There’s certainly no accusing Deidra & Laney Rob a Train of being too subtle. It is the kind of film that works in broad strokes, in comically heightened situations that stem, of course, from the decision described in the thuddingly literal title. But the title is a misnomer: Deidra (Ashleigh Murray) and Laney (Rachel Crow) rob many trains, and similar to those locomotives, the film chugs along, never assuming a particularly high or low level of emotion except in one scene shortly before the climax. There is a winning charm to this decision, enhanced by the consistently solid amount of chemistry all of the actors have with each other — especially the two leads — but they are let down by the fairly rote storylines that the characters are pigeonholed into.

This feeling is inexorably present from the beginning. Deidra, a fiercely intelligent and vivacious high school senior, and her shy younger sister Laney are living in a small home next to the train tracks when their mother (Danielle Nicolet) is put in jail for inexplicably — the reason isn’t given until later in the film — destroying property at the electronics store she was working at. The two deal with this sudden loss of security for a brief while, enduring continual visits from Child Protective Services (who seem eager to pounce when the food and utilities run out) and the ever-decreasing cash supply. Eventually, after asking around for money, Deidra gets the idea to rob supply containers on the trains that run near her house and enlists the reluctant help of her sister. Their operation, which involves selling the stolen goods under the table to Deidra’s ex-boyfriend, gradually increases in profit after they gain the help of their estranged convict father (David Sullivan), a move that attracts the attention of a company-hired railway “detective” (Tim Blake Nelson and an ever-present vape pen).


All of this is fairly innocuous from a filmmaking perspective, but it is when Deidra & Laney Rob a Train gets into specifics that the film runs into trouble. The narrative flow is choppy as it moves between two separate major arcs aside from the train robberies: Deidra is trying to become the first in her family — and, apparently, her high school — to go to a private college, and Laney is competing in a teen pageant almost against her own will. The former storyline is the much more interesting of the two, despite or perhaps because Laney has a palpable antagonist in the form of a former friend competing against her in the pageant. Deidra, on the other hand, has only her own dreams to measure up against, and it certainly helps that Murray gives by far the best performance in the film, a mixture of an appealing youthfulness and a level-headedness that only slips in the most desperate of moments.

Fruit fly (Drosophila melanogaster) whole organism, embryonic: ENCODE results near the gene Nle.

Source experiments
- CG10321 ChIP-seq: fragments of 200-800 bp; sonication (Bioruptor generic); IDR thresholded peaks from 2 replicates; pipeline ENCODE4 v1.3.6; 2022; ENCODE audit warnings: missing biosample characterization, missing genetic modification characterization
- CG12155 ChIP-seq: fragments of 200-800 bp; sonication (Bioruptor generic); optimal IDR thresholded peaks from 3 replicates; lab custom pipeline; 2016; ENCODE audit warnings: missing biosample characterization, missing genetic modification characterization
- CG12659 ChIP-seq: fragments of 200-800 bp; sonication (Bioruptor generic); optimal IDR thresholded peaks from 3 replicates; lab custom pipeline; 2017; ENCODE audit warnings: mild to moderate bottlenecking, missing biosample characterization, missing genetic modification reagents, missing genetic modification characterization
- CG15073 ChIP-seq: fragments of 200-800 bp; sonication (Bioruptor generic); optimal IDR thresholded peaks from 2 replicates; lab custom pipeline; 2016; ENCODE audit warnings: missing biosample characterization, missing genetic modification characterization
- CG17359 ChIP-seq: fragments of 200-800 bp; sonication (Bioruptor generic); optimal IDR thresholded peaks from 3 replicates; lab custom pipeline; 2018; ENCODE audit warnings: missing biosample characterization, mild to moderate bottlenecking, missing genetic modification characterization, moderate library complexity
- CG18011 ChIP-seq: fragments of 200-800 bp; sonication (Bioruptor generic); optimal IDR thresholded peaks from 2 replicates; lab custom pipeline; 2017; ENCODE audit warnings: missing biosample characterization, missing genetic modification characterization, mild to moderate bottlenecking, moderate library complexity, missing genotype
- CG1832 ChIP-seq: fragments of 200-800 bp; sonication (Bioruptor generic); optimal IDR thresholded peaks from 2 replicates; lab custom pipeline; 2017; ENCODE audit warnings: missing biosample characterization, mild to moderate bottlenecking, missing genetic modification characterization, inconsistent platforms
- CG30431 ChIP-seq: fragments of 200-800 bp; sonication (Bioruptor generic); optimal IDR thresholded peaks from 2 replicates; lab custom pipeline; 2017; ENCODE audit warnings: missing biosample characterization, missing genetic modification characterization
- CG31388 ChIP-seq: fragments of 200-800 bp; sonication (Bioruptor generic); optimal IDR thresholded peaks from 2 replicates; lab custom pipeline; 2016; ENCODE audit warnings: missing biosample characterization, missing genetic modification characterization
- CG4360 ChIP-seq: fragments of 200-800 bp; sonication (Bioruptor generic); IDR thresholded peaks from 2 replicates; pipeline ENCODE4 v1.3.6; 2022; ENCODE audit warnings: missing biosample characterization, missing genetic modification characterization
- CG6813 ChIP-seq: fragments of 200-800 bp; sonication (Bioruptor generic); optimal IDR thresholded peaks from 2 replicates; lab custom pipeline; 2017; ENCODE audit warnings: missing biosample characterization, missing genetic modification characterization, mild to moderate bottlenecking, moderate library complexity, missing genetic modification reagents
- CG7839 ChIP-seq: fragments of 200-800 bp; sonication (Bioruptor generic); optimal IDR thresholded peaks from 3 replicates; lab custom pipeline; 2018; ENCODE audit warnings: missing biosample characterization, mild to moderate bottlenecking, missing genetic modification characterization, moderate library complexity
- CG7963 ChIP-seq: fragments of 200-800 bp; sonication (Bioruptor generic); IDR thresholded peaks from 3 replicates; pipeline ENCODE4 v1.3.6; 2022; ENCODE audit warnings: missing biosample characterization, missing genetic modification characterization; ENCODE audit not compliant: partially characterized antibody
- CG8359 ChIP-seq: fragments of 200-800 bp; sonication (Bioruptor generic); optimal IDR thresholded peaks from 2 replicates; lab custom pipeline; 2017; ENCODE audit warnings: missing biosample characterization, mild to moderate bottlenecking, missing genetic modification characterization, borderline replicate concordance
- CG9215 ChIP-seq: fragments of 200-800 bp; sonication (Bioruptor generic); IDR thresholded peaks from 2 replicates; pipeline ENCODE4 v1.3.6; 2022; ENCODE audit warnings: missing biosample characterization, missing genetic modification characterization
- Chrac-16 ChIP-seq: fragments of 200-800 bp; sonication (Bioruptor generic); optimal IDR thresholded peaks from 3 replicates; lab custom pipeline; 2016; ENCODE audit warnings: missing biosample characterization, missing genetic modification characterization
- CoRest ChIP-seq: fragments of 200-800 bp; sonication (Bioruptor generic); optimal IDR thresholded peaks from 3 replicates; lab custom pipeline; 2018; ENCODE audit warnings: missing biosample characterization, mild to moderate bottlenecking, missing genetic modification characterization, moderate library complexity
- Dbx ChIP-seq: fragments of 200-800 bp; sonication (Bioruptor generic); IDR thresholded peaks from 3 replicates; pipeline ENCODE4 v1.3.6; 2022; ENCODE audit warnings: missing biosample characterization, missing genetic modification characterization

Indeed, the not-so-subtle message of Deidra & Laney Rob a Train is one of self-confidence and self-actualization, and every single “good” character progresses fairly steadily towards their own version of this ideal, a decision that renders the eventual outcomes somewhat tedious in their predictability. There is a certain liveliness in Sydney Freeland’s direction, manifesting itself mostly through energetic camerawork, montages, and a slightly annoying but integrated usage of visual effects/aids like a pop-up video or a caption, and most of the actors (with the exception of Nelson, who seems rather off-puttingly humorless) give life to their standard characters, but little exists in the way of actual development or substance. When the movie does attempt to go for pathos through Nicolet, it falls mostly flat because, ultimately, Deidra & Laney Rob a Train defines its characters through surface traits and desires, rather than anything deeper. The result is a film that feels both pleasing and vaguely unformed.

Deidra & Laney Rob a Train is now available on Netflix.

Grade: C+

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